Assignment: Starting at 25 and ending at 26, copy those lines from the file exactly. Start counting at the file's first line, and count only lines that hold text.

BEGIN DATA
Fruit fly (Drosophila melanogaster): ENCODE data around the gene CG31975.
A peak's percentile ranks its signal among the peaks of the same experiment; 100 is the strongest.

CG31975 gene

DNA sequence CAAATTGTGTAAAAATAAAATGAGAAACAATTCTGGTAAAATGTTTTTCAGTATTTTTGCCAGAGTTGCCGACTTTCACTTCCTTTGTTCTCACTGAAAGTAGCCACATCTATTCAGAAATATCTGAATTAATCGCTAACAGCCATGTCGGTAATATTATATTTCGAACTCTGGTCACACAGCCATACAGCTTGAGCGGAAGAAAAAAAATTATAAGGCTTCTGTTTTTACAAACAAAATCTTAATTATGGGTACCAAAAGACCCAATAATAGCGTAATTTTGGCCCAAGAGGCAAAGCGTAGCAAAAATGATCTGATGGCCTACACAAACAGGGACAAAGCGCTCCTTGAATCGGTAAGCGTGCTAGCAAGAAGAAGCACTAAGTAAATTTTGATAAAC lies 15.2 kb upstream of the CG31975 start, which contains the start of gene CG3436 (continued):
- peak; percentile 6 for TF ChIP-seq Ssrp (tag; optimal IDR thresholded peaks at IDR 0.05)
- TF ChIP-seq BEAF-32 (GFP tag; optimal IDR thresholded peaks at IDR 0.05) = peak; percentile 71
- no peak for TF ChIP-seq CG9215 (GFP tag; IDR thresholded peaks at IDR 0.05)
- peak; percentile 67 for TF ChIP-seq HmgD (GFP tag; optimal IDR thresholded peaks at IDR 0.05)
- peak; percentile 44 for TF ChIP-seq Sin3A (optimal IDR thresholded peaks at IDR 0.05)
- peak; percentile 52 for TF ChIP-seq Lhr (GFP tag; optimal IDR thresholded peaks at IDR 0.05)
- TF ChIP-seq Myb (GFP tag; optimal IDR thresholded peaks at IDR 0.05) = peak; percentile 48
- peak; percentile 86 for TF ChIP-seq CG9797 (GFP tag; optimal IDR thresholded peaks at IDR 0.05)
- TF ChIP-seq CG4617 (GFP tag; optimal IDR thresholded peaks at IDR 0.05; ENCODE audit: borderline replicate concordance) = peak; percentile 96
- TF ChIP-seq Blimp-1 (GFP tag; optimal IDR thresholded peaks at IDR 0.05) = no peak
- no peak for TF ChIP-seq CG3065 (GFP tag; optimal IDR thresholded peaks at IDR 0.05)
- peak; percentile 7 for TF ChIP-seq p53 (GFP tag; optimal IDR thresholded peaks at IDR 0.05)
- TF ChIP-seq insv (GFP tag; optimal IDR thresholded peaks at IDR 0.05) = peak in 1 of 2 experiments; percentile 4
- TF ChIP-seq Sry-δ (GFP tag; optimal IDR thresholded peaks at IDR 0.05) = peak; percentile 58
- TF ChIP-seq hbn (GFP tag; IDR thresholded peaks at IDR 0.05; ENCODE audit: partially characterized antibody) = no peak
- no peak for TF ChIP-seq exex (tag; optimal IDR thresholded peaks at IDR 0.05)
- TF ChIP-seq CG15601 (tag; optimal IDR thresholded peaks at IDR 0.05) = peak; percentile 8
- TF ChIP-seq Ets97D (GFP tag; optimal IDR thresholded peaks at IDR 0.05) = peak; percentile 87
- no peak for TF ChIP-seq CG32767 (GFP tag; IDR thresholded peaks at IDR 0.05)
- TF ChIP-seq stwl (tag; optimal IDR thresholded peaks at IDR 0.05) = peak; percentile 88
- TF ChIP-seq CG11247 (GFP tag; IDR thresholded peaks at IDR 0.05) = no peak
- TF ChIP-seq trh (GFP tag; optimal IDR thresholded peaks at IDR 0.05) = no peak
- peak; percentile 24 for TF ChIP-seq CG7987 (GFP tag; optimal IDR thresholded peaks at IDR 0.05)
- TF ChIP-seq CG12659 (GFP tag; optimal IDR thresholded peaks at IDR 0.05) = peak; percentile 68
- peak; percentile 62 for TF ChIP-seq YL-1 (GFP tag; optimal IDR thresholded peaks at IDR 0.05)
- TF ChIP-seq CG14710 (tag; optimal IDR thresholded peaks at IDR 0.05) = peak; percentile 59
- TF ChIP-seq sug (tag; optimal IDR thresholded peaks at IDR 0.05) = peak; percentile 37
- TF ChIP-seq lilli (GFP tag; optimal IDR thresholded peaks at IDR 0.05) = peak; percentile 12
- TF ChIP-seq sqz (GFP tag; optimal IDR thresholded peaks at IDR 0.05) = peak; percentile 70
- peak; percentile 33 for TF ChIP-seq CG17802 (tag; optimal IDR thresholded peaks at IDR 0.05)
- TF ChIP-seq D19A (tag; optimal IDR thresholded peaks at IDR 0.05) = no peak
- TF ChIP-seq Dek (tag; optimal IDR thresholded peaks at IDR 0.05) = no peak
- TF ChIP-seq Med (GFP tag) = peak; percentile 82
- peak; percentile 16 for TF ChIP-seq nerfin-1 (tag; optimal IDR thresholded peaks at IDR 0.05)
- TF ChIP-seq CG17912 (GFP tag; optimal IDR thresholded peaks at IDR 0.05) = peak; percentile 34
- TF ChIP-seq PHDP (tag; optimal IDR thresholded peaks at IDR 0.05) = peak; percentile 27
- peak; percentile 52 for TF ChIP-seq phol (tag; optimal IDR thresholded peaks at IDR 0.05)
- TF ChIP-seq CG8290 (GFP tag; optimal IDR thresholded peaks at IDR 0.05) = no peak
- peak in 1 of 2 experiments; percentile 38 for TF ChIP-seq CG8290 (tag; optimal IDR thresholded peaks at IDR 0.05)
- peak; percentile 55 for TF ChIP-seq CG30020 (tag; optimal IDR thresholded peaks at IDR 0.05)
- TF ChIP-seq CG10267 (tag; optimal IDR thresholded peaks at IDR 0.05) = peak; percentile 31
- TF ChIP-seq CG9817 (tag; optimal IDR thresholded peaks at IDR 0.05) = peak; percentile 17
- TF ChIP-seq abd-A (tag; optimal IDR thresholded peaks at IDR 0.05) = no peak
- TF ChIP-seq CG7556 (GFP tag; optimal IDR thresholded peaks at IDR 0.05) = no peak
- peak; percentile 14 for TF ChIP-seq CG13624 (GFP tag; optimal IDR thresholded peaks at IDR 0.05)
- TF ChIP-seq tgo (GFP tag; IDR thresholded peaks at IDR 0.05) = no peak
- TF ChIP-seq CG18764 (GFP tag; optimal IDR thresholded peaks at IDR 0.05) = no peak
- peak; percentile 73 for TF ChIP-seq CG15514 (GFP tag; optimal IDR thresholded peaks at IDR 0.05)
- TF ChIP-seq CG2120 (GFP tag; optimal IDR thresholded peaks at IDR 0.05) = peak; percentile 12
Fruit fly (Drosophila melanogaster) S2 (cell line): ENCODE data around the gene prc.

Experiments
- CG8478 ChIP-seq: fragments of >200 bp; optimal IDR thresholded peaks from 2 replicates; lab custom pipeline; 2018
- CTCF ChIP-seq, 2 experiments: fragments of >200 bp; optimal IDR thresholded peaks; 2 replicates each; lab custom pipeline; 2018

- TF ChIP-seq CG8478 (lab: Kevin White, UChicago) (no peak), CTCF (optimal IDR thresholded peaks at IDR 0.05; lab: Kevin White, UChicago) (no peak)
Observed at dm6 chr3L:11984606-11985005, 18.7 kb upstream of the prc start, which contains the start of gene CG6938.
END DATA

- TF ChIP-seq CG11247 (GFP tag; IDR thresholded peaks at IDR 0.05) = no peak
- TF ChIP-seq trh (GFP tag; optimal IDR thresholded peaks at IDR 0.05) = no peak